Jimmy looked around the Main st. Last call was in effect and all of the bars were emptying out, including O’Malley’s. Between Mike clearing the crowd outside and Jimmy shaking the place inside out everyone had left . He marveled at how the patrons had cautiously steered way clear of him as they exited the bar. They’re not supposed to be scared of me, they’re supposed to trust and feel comfortable around me.
That’s the way it was these days and Jimmy hated it. He had always, despite the road blocks in his career, tried to be the cop that people waved to when he drove by. A police officer that was a resource to the community and not something to be feared. Andy Griffith always came to mind when he was on this topic. Maybe it was only a TV show but he wished that the people in town felt towards him and his fellow officers as the people of Mayberry did. They trusted Andy, they gladly sat next to him at the coffee shop and welcomed him into their homes as a friend. But that was not to be, forever relegated to the status of TV Land reruns, police were regarded on a whole different level in recent years. It wasn’t entirely unearned, Jimmy knew some bad cops. But he also knew some good ones, Mike and himself included, that took this job upon themselves for the right reason. Community, helping people, keeping them safe. Yet people, even in this town…HIS town, bought into the narrative that cops were racist and corrupt and not to be trusted. Maybe banging my nightstick on the bar a while ago wasn’t the best way to reverse that dumbass, he scolded himself. Maybe, but the damage has been done. He exhaled and reveled in the cool early morning air.
Mike pulled in moments later and Jimmy jumped in. Before Jimmy could fasten his belt Mike noisily sped off.
“What’s going on?” Jimmy asked him.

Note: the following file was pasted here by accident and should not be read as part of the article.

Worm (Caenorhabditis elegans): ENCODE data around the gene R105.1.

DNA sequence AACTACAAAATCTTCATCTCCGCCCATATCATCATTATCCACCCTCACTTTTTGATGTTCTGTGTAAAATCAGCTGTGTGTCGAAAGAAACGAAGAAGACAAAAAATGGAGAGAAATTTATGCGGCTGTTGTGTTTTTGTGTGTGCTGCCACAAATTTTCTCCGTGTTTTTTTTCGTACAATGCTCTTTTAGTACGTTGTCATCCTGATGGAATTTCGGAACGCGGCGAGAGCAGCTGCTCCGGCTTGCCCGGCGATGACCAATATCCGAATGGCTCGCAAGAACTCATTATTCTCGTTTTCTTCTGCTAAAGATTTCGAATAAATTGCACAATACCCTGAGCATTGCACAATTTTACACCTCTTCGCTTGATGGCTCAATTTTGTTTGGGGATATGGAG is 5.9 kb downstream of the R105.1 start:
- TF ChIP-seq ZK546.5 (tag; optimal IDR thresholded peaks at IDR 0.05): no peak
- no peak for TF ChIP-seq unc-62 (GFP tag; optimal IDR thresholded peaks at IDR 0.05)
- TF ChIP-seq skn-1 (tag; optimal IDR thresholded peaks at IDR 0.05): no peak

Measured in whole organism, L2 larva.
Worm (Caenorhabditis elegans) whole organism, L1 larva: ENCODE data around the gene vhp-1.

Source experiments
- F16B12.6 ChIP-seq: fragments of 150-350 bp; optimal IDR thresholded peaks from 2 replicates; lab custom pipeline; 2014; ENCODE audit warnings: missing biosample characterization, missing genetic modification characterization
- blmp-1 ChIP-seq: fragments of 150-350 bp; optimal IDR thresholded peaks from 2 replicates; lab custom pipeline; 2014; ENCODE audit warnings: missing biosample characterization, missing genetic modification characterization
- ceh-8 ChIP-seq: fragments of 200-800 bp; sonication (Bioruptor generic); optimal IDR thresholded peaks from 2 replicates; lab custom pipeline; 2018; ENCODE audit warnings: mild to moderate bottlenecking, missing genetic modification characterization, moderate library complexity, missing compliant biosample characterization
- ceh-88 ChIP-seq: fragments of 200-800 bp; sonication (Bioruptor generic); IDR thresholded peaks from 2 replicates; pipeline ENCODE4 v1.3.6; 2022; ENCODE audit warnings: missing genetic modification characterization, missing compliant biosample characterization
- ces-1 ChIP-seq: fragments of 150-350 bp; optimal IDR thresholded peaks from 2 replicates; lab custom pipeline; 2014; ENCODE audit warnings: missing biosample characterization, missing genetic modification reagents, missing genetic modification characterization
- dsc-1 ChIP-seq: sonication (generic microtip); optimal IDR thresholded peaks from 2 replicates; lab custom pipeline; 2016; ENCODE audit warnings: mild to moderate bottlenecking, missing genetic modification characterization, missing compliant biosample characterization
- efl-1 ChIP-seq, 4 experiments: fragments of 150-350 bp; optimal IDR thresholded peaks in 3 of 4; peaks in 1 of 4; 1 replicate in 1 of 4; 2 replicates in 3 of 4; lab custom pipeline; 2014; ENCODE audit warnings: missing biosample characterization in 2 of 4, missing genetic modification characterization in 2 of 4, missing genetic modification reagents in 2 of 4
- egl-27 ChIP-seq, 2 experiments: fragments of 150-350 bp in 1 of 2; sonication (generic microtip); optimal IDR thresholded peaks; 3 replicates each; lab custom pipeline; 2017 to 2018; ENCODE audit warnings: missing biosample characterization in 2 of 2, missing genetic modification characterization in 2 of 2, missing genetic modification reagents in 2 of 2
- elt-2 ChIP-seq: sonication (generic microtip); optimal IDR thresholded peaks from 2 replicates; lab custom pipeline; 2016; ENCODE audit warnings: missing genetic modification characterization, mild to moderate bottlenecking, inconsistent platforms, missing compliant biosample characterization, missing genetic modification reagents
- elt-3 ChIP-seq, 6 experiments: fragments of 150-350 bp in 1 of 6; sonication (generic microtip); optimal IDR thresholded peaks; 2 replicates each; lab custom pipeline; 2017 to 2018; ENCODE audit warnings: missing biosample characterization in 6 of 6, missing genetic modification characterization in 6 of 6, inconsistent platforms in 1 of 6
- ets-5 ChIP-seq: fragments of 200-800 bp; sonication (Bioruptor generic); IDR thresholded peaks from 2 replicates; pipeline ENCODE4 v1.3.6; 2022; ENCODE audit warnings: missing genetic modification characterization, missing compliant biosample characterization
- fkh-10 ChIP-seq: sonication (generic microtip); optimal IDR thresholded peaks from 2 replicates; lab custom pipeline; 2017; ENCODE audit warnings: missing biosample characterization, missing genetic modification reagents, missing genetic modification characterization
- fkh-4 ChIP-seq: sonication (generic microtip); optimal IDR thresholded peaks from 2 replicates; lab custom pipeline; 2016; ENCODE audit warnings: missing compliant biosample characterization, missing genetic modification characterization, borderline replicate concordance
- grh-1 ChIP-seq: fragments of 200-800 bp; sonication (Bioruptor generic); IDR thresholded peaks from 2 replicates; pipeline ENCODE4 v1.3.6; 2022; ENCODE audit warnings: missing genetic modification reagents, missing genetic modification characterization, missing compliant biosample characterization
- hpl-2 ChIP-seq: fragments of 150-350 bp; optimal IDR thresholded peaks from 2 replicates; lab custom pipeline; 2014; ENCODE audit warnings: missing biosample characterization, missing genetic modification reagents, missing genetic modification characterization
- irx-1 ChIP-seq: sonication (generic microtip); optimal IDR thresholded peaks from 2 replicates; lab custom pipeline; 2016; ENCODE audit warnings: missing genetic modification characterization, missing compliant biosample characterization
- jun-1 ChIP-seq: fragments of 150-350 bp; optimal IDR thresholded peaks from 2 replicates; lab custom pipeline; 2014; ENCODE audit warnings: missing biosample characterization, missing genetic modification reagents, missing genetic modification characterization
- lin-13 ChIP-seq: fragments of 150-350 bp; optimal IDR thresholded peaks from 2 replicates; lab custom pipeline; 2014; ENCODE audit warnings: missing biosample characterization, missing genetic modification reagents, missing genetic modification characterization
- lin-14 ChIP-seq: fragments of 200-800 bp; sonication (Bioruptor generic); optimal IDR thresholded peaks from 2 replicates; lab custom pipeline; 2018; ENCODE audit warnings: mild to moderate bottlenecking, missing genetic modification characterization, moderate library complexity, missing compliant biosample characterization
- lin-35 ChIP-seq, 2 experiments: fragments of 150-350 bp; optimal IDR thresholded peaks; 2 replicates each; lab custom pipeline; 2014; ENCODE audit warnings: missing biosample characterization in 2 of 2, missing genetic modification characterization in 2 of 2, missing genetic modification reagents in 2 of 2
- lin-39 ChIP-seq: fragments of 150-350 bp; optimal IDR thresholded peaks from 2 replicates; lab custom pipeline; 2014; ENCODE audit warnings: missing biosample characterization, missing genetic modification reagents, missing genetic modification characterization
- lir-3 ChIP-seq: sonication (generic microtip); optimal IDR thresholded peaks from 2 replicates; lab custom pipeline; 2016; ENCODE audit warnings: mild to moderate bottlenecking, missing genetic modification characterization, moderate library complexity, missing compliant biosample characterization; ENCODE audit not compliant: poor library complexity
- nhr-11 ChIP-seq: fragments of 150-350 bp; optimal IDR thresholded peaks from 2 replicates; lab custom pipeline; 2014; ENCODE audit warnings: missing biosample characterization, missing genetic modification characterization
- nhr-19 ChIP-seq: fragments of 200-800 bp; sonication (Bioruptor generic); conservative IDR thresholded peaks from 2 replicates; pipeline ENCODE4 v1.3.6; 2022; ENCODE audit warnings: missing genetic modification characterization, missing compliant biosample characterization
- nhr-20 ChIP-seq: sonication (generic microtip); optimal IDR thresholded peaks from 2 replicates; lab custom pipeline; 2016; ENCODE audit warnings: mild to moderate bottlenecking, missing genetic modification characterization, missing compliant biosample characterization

“We’re going to Mercy. That wasn’t a routine drunk chick. I ordered a Tox. Med 2 is on the way with her and I want to be there when they get the results”. He stuck a Marlboro Red in his lips, lit up and slowly exhaled. “Something stinks in Mayberry.”

Routine speed trap

This is part of an ongoing series called Graveyard Shift. It can be read alone or you can roll back in my archives and start from the beginning.

August,28, 2005
A young and idealistic “Officer Jimmy”, as he was then known had been stationed at his favorite speed trap, the intersection of 2nd and main. It was at the bottom of a hill and cars came down it way too fast. This particular intersection was home to a very busy crosswalk and Jimmy, as every other cop in town was concerned about someone getting hit by a speeder. A lot of stops were made there out of a regard for safety and of course revenue generation and many tickets were issued. Officer Jimmy wasn’t big on tickets, he was more about keeping people safe. He believed that “Protect and Serve” was a lost notion, that cops now were all about busting heads and acting tough. Not him. He would never be like that. He always tried to live by his father’s famous mantra, “Always be nice. Until it’s time not to.” He had heard it so many times he might as well have had it tattooed on his forehead. It was his go-to first reaction in almost all situations and it had served him well.

Until that night.

Jimmy had been sitting in his car getting caught up on some reports when he spotted the headlights come over the hill. He immediately saw that the driver was operating erratically and speeding. He put his report book on the passenger seat and studied the vehicle’s approach to the intersection. He watched as the car screeched to a stop well over the line. Jimmy waited until the car crossed the intersection, pulled out behind him and hit the siren and lights. The driver pulled over immediately and Jimmy could see him fumbling in the glove box. He approached the car from the drivers side and pointed his flashlight at the driver. A clearly disoriented and intoxicated young man squinted back at him. His pupils were dilated and when he spoke all doubt about his condition was removed.
“Good evening Officer.” His voice was slurred.
“Good evening. License and Registration please.” The young man handed them through the open window. Jimmy reviewed them quickly, put them in his breast pocket and ordered him out of the car. The young man complied. He was wobbly as he stood up and he reeked of alcohol.
“Been drinking tonight?” Jimmy asked him.
“Yessir.” The young man replied. “Do I get points for honesty?”
“You do, but you lose points for driving shitfaced at 11:30 on a Tuesday night.”